President Paul Kagame yesterday co-chaired the eleventh International Telecommunications Union (ITU) Broadband Commission meeting in the French capital Paris.
Co-hosted by Irina Bokova, director-general of Unesco, the meeting focused on the importance of broadband to advance education for all.
It was held under the theme, “Leveraging Broadband for building inclusive Knowledge Societies.”
The meeting was held alongside the Unesco Mobile Learning Week, which highlighted the potential for technology to empower women and girls.
Opening the first session, President Kagame emphasised the need to treat broadband as a utility.
“Broadband has become a way of life, a way of business; it touches every level of society. It levels the field for everybody to play and benefit.”
“In Rwanda, investing in ICTs has been indispensable to the attainment of our development goals. Broadband enables business and social entrepreneurs, to find ways to offer world class education at low cost to populations that have never had access,” Kagame added.
The President noted that the benefits of broadband are not limited to entrepreneurship and can result in transparent governance.
“Broadband technology can enhance public administration efficiency and accountability to citizens, no matter where they live,” Kagame said.
Co-chairing the meeting, Carlos Slim, president of the Carlos Slim Foundation, said broadband has the potential to fundamentally change education for the better.
“We need more than innovation, we need revolution. We need education that is not dogmatic but based on debate, free through the use of Internet and moves from text to context,” he said.
President Kagame said the discussion on broadband needs to go beyond technicalities.
“Broadband is about more than accessibility and affordability. It is about transformation. It’s about job creation, empowering the many youth who risk being unemployed and empowering women to join the job market.”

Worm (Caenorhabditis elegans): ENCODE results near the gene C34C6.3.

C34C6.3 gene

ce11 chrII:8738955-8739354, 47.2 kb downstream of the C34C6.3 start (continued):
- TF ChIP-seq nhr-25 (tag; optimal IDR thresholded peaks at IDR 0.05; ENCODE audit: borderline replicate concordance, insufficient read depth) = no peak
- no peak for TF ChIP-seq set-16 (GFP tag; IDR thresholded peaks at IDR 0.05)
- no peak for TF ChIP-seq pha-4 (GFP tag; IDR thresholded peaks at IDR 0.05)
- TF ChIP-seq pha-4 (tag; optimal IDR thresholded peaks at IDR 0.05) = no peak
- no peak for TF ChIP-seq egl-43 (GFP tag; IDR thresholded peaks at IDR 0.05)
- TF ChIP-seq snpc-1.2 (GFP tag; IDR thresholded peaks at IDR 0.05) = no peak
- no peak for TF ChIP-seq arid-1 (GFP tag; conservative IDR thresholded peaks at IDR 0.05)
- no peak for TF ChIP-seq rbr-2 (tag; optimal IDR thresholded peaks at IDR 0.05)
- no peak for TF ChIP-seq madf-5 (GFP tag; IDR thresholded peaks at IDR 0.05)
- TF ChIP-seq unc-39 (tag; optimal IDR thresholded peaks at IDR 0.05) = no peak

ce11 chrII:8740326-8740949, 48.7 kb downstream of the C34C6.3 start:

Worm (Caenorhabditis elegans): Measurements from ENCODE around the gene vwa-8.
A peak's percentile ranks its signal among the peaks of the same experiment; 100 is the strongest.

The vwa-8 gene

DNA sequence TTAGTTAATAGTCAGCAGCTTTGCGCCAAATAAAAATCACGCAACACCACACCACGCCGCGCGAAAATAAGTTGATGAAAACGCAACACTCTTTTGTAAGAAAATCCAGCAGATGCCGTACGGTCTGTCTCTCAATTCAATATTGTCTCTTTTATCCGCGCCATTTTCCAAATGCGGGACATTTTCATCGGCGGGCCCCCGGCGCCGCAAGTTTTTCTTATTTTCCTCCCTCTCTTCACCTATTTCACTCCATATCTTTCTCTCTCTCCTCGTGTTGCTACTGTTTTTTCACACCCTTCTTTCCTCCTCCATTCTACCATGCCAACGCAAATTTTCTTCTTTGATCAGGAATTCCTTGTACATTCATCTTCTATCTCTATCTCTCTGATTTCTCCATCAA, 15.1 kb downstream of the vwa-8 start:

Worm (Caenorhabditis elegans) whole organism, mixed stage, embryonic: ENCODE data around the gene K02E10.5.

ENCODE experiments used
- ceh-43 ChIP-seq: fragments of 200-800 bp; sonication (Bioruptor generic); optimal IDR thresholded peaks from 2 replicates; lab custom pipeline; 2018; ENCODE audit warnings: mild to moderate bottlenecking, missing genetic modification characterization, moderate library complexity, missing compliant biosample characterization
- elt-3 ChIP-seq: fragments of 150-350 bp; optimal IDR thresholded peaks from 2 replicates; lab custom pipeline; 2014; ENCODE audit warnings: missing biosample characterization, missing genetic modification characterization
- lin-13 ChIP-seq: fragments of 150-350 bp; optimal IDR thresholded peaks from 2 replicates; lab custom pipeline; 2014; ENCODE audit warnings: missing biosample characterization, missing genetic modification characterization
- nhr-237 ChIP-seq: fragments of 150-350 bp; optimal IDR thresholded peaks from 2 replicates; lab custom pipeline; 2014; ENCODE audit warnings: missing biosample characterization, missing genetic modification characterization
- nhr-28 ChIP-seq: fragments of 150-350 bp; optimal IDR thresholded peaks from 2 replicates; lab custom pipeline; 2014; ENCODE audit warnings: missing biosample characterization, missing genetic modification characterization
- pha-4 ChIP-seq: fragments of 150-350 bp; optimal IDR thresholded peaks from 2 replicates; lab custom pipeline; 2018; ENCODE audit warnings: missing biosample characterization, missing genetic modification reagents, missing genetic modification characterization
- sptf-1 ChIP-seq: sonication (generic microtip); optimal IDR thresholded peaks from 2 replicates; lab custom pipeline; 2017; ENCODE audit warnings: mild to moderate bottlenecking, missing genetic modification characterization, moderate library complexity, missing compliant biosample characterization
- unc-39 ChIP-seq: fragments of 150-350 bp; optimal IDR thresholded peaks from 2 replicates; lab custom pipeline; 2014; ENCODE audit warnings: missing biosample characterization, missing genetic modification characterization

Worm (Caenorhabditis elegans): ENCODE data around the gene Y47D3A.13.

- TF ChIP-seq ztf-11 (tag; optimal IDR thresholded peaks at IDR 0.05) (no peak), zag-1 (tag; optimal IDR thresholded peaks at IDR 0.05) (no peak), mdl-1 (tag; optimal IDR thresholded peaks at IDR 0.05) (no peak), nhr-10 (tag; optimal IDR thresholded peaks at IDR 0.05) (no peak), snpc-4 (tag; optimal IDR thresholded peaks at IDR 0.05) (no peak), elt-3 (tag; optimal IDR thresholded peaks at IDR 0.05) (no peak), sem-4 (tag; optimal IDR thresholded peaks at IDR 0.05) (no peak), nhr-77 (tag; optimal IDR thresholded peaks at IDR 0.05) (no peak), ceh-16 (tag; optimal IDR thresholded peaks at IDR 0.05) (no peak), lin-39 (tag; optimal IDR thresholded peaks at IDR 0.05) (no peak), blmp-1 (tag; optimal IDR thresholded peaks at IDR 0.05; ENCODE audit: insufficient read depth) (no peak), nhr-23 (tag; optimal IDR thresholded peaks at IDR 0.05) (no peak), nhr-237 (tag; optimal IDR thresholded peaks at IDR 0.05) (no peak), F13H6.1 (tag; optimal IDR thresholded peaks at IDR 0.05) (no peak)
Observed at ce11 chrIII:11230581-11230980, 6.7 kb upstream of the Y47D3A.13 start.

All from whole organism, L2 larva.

The meeting ended with a ceremony to award President Kagame and Carlos Slim with the Unesco 70th Anniversary Award for their work as co-Chairs of the Broadband Commission for Digital Development.
Thanking Unesco for the award, President Kagame recognised the role of digital innovation in transforming lives.
“Broadband access has helped accelerate progress toward the Millennium Development Goals (MDGs) by bringing people into networks of learning and prosperity for the first time,” the President said.
With the deadline of the MDGs this year, yesterday’s meeting also served as a call to action to advocate for broadband to be included as part of the ensuing Sustainable Development Goals.
President Kagame has been co-chair of the Broadband Commission alongside Carlos Slim since its inception in 2010. The Commission serves as a top-level advocacy body focusing on promoting access and affordability to broadband worldwide.
ITU figures show that mobile broadband is the fastest growing technology in history with the number of mobile phone subscription now exceeding the world’ population of seven billion and the developing world accounting for 82 per cent of global net additions of Internet users since 2010.
The President ended his visit to France with bilateral meeting with former President Nicolas Sarkozy.